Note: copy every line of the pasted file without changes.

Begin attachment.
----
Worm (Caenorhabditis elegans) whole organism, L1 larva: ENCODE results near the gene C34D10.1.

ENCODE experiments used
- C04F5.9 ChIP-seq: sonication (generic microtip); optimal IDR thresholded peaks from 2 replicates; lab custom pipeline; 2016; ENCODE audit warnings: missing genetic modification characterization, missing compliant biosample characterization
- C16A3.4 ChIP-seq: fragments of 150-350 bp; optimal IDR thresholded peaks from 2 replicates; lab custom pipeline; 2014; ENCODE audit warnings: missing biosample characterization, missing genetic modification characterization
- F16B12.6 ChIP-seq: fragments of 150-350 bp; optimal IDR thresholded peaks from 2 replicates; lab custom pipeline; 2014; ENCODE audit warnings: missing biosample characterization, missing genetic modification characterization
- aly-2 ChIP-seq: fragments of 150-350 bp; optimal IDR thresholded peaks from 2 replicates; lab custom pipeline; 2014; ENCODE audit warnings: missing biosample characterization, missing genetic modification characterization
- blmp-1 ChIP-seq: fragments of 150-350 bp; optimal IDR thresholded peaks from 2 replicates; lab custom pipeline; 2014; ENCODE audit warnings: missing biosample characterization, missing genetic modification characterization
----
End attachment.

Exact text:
Worm (Caenorhabditis elegans) whole organism, L1 larva: ENCODE results near the gene C34D10.1.

ENCODE experiments used
- C04F5.9 ChIP-seq: sonication (generic microtip); optimal IDR thresholded peaks from 2 replicates; lab custom pipeline; 2016; ENCODE audit warnings: missing genetic modification characterization, missing compliant biosample characterization
- C16A3.4 ChIP-seq: fragments of 150-350 bp; optimal IDR thresholded peaks from 2 replicates; lab custom pipeline; 2014; ENCODE audit warnings: missing biosample characterization, missing genetic modification characterization
- F16B12.6 ChIP-seq: fragments of 150-350 bp; optimal IDR thresholded peaks from 2 replicates; lab custom pipeline; 2014; ENCODE audit warnings: missing biosample characterization, missing genetic modification characterization
- aly-2 ChIP-seq: fragments of 150-350 bp; optimal IDR thresholded peaks from 2 replicates; lab custom pipeline; 2014; ENCODE audit warnings: missing biosample characterization, missing genetic modification characterization
- blmp-1 ChIP-seq: fragments of 150-350 bp; optimal IDR thresholded peaks from 2 replicates; lab custom pipeline; 2014; ENCODE audit warnings: missing biosample characterization, missing genetic modification characterization